An ETF is most often an exchange-traded Index fund. An index fund is a type of mutual fund that is created to replicate the performance of a particular investment index like the S&P 500, the Russell 3000 or the Barclay’s Aggregate Bond Index.
Index funds have much lower annual fees than classic mutual funds because they do not need to employ analysts or portfolio managers to replicate an index.
Index funds are typically traded once a day after the market closes and are valued at their net asset value (NAV, the total value of the underlying securities held by the index fund divided by the number of shares outstanding). An ETF is exchange-traded which means it can be bought or sold at any time of the day during which the stock market is open. In other words, the value of an ETF fluctuates throughout the day based on the underlying value of the index it tracks. Thus you could pay $60 per share at 11:00 am and $59.63 at 11:04 am if the ETF’s underlying index dropped in value by 0.6% in the intervening 4 minutes.
ETFs typically have lower management fees than their index fund cousins until you invest a minimum amount in the index fund. For example, you typically need to invest at least $10,000 in a Vanguard index fund to get the same management fee as the comparable Vanguard ETF.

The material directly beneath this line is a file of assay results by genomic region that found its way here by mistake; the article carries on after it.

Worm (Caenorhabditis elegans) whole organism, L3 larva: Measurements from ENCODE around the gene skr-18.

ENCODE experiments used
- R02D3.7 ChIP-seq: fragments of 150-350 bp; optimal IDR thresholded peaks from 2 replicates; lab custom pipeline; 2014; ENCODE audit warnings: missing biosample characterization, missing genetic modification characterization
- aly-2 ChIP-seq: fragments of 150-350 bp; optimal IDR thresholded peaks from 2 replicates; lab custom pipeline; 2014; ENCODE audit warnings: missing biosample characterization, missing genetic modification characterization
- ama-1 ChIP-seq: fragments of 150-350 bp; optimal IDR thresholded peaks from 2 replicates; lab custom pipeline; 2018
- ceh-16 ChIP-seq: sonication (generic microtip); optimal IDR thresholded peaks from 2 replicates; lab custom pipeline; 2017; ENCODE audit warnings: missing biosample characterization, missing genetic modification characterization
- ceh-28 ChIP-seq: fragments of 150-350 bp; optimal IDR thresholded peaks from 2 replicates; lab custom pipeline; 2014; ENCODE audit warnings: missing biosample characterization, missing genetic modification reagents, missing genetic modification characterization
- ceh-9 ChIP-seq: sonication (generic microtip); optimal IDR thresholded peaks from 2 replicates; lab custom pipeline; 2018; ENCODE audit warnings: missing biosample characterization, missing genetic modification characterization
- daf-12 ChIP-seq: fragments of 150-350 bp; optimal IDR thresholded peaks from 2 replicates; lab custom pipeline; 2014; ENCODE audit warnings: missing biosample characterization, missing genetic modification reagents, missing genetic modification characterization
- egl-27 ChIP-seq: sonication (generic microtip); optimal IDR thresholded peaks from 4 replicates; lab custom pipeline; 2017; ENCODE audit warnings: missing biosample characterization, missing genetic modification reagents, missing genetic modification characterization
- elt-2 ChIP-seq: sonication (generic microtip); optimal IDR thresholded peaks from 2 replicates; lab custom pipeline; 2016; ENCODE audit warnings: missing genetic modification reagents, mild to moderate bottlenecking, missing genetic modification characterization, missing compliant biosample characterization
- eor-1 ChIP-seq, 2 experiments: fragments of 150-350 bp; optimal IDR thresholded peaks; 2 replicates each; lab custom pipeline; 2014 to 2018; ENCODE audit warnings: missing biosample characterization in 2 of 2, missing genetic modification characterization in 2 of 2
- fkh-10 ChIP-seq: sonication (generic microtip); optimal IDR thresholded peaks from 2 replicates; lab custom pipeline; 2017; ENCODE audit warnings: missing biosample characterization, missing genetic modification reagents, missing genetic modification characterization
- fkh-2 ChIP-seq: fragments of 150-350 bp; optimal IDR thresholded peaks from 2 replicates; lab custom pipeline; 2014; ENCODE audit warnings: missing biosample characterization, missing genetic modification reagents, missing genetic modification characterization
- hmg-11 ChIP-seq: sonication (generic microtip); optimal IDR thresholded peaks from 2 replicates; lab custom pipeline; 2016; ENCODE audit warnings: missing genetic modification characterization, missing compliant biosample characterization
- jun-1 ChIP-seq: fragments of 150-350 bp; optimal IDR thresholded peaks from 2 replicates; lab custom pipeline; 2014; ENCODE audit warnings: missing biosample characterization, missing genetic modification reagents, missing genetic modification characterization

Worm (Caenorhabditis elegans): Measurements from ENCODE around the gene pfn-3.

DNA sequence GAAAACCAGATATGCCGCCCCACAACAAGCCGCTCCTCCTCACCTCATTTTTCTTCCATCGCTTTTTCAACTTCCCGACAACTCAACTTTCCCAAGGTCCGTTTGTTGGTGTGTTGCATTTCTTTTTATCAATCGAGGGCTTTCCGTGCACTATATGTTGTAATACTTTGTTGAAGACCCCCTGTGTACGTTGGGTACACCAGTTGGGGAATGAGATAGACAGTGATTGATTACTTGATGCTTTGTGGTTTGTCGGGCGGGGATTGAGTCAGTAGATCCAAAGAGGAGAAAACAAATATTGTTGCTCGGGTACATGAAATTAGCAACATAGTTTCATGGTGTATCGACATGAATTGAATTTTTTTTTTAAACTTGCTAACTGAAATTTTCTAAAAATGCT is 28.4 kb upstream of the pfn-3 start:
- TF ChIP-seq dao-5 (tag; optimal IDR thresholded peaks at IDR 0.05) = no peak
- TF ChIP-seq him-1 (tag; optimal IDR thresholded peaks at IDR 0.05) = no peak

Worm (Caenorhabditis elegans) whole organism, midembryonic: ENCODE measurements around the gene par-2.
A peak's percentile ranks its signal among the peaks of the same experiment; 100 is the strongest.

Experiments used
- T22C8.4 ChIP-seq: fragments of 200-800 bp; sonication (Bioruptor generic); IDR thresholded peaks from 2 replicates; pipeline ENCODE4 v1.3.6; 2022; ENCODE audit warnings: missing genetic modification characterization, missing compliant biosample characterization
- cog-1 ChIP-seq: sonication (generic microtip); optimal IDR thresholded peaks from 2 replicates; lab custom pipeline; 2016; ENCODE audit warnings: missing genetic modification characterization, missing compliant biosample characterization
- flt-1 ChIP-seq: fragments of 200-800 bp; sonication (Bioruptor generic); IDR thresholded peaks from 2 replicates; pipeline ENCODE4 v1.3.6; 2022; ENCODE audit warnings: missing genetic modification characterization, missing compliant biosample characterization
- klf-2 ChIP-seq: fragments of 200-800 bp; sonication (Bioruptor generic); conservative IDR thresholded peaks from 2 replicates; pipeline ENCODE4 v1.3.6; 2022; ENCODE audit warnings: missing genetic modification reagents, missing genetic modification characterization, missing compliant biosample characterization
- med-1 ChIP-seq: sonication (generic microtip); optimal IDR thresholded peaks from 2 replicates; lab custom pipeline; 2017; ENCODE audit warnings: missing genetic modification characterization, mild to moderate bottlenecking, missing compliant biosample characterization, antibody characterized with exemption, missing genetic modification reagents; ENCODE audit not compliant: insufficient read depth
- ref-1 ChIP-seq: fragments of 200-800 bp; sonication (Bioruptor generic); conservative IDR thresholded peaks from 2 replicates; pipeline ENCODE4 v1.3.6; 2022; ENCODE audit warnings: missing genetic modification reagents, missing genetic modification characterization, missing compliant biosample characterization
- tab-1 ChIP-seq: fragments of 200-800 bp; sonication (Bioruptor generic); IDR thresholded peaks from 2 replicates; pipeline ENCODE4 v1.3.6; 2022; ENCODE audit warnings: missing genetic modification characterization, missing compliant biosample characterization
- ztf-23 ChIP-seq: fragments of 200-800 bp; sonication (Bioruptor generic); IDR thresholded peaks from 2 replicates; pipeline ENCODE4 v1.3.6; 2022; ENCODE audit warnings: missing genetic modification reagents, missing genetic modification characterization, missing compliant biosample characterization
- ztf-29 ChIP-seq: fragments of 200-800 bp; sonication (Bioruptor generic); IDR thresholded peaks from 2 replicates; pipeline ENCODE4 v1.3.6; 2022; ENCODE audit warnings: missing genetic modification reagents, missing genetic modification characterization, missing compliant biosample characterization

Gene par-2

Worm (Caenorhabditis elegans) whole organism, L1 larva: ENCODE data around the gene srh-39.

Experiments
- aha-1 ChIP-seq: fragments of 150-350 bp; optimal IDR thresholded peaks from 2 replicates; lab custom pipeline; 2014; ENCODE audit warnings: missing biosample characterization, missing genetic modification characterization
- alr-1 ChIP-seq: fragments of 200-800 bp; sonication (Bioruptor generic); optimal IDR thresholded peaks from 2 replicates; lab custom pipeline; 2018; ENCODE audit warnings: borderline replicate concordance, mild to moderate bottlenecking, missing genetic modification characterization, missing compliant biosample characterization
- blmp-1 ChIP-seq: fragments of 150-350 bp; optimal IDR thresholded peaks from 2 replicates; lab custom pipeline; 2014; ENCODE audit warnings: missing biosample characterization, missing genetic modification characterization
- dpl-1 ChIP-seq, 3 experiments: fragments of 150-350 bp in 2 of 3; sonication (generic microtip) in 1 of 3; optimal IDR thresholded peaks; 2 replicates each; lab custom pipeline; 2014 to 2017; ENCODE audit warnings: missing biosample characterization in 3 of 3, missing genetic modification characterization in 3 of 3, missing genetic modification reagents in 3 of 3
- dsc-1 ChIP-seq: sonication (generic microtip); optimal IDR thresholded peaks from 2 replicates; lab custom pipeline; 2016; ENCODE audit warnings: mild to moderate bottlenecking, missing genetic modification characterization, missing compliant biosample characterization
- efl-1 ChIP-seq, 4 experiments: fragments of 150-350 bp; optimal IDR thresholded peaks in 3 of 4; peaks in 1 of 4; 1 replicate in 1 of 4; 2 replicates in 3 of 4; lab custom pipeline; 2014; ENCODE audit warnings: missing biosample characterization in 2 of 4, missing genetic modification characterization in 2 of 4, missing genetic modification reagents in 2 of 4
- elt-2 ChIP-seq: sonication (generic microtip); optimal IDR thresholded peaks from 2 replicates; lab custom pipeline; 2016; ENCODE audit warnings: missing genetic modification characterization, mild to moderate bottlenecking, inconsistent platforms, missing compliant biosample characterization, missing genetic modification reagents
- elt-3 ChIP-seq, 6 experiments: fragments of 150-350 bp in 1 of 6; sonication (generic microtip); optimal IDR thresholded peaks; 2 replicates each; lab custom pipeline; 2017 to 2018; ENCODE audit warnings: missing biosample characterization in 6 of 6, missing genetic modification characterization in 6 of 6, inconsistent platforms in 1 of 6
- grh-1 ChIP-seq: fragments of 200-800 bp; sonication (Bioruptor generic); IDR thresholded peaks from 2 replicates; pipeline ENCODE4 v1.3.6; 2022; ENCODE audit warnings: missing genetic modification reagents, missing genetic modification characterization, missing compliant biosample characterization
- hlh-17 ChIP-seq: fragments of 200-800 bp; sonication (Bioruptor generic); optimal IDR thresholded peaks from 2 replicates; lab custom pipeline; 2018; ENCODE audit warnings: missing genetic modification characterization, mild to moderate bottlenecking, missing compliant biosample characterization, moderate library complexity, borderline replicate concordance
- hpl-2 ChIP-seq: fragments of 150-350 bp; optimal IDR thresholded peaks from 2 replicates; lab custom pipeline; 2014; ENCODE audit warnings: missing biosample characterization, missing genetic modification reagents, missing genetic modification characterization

Because ETFs are exchange-traded there is a risk that the price you realize upon sale or purchase might be different from the Net Asset Value depending on the amount of trading volume (liquidity) in that particular ETF.
ETFs have been created to track stock markets for a variety of countries, bond markets for a variety of countries, currencies, commodities, and a wide variety of other indexes. In addition to index oriented ETFs (which represent the vast majority of the more than 1,400 ETFs issued to date), there also exist “exotic” ETFs that allow you to bet an index will decrease or add leverage to the returns of a particular index.
ETFs are best used as part of a responsible asset allocation plan which diversifies your portfolio across geographies and asset classes (types of investments).